14 Stand firm then, with the belt of truth buckled around your waist, with the breastplate of righteousness in place, Ephesians 6:14 (NIV)

Sometimes it’s hard to be true to your convictions.

It’s tempting to shave the truth so I can get busy ministering (forgetting that I am ministering where I am while I wait for Father to launch me into His next place to serve.

I am waiting on the Lord to open a new ministry in His time and like in the past, I’m going to be true to what God has taught me. I’m looking forward to sharing with you and the new ministry he has in mind for me.

Until then I’ll try to continue to speak the truth in love.

Dr. Val

Saturday, November 17, 2007

Happy Thanksgiving!

In the America we celebrate a national day of thanksgiving. While this is a civil holiday, the roots of this celebration can be traced back to the pilgrims that founded the Plymouth Colony. These men and women set a day aside to thank their Creator for the providence that he had provided them during their first year in the New World.

Thanksgiving and praise are related in God’s economy. The later refers to our appreciation for who God is while the former refers to our appreciation and gratitude for what he has provided for us.

This week I want to encourage you to spend 5 minutes each day leading up to Thanksgiving Day to practice a eucharistic lifestyle and track your attitude.

Now I know that some of our Protestant tribes are skittish about this word (Eucharist), it is simply the transliteration of the Greek word eucharistía. We translate this word as thanksgiving. Some Christian tribes have infused this word with more meaning then the writers of Scriptures originally meant it to have.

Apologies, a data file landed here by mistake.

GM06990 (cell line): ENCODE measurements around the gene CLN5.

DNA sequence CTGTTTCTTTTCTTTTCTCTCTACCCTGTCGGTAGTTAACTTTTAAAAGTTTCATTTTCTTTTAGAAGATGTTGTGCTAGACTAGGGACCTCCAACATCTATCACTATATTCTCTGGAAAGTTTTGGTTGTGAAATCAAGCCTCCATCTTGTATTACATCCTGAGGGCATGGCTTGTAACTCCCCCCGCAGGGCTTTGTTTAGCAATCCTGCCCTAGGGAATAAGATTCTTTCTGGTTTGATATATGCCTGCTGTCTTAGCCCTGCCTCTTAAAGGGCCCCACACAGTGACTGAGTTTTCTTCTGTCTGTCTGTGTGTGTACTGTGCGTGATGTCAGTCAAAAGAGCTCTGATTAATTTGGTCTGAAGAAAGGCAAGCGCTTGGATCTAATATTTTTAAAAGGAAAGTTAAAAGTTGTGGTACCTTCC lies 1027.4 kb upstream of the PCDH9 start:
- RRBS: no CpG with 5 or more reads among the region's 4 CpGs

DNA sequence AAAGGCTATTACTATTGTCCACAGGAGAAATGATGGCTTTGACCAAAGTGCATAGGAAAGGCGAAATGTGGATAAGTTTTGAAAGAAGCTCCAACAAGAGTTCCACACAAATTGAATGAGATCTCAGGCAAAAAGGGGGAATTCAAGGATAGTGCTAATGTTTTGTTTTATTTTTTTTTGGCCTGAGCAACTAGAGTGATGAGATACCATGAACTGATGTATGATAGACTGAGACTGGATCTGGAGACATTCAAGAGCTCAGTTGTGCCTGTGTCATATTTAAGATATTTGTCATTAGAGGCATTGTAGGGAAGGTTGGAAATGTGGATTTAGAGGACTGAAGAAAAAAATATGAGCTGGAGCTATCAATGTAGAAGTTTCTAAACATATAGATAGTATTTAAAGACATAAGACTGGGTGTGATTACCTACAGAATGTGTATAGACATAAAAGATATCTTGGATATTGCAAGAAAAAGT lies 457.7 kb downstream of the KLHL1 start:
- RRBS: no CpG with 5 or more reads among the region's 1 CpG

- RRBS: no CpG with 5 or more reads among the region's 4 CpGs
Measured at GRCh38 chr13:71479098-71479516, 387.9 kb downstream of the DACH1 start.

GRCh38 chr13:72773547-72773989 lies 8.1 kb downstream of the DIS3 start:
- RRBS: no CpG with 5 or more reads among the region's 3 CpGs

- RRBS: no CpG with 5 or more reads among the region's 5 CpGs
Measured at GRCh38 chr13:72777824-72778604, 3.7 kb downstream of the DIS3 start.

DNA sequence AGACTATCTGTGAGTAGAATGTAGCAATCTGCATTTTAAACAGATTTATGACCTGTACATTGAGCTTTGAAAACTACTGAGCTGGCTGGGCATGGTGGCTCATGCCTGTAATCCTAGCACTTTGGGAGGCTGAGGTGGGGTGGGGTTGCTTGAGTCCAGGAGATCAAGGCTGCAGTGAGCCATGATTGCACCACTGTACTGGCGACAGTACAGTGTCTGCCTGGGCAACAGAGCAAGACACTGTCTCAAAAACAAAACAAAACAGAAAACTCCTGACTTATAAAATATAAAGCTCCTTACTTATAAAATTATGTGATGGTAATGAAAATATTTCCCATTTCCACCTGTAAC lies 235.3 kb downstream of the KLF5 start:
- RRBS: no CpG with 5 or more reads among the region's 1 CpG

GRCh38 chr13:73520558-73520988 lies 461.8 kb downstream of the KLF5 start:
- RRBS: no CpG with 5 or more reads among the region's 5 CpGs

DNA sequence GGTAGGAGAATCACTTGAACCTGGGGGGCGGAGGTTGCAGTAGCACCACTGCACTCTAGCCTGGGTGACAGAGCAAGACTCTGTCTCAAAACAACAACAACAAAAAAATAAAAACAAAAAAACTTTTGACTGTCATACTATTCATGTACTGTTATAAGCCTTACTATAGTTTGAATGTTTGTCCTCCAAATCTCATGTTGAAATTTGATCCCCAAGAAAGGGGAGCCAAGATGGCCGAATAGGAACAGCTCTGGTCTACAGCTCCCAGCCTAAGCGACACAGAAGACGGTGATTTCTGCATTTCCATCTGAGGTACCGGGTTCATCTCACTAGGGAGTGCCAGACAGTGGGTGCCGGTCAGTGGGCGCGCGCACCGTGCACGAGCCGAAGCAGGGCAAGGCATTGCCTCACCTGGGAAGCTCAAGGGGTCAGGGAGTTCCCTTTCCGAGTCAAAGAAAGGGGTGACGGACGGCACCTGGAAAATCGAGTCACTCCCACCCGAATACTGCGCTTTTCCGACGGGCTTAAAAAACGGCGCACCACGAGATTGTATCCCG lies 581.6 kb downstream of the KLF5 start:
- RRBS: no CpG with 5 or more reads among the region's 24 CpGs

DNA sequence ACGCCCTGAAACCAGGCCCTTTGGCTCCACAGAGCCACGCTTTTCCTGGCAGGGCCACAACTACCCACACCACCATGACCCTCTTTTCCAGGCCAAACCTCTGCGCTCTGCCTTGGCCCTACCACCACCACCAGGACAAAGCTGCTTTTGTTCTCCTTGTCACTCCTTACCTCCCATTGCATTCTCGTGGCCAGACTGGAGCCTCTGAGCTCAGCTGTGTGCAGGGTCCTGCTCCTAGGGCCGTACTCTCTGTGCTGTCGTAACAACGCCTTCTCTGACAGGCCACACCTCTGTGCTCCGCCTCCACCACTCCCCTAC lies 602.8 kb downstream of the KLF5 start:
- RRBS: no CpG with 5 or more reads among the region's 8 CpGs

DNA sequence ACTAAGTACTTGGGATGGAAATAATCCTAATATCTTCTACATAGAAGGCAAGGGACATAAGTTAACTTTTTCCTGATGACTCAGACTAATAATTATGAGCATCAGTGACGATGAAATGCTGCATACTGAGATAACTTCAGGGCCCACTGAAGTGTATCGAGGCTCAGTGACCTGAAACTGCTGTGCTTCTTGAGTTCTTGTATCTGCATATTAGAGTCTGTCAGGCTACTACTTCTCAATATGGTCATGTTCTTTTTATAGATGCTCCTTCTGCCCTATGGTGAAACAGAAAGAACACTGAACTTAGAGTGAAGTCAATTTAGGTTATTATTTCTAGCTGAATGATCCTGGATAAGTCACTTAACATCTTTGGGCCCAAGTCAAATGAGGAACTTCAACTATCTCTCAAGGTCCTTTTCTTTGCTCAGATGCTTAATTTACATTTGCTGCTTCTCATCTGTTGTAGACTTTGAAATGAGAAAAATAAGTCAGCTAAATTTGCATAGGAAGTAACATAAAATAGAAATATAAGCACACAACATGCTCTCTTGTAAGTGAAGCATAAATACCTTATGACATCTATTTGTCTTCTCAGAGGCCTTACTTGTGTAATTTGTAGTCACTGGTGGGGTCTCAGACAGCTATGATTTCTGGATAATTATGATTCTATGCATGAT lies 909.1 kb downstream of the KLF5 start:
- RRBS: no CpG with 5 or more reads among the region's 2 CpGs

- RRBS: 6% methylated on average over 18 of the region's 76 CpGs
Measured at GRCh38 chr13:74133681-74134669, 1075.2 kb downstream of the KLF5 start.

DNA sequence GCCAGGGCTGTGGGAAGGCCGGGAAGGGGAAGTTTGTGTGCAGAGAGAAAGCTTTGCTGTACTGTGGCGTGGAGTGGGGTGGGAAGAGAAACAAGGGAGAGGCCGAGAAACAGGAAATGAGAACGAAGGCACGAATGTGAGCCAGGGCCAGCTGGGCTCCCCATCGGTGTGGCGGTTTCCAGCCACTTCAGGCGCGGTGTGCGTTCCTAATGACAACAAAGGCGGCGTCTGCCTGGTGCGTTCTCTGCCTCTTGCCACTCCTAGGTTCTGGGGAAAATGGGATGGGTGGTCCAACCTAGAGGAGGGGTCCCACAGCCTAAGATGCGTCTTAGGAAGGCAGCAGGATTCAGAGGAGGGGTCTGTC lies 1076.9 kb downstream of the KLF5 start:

I believe that as we begin to live a thankful life especially as we reflect on the greatest gift that God gave to us through His Son. We celebrate this gift when we participate in Communion. This is the embodiment of the highest act of thanksgiving for the greatest gift received from God, the sacrifice of Jesus. Out of this flows the grateful acknowledgement of past mercies we have received.

In reflecting on the greatest gift ever given, we will find that we become a more grateful person. You will grow closer to Father and through that growth you will grow closer to those around you.

So during this time I want to encourage you to “Count Your Blessings”. It will change your lives and after all the writer Paul told us. . .

Be joyful always; 17pray continually; 18give thanks in all circumstances, for this is God's will for you in Christ Jesus. 1 Thes. 5:16-18 (NIV)

God does not tell us to thank Him for the circumstances but to give thanks in the midst of our circumstances. God is faithful with His presence and power during difficult times in our lives.

Have a great Thanksgiving

Pastor Val

Thursday, November 15, 2007


I received an interesting comment responding to one of my latest posts. And I feel compelled to address it.

Hi Anonymous,

I want to thank you for your response and the transparency that you were willing to share with me. I can hear the hurt and frustration that you are living with.

As to the specific allegations, I won’t speculate on them for a number of reasons.

1. I have no knowledge of the situation at your church (and neither do most of us).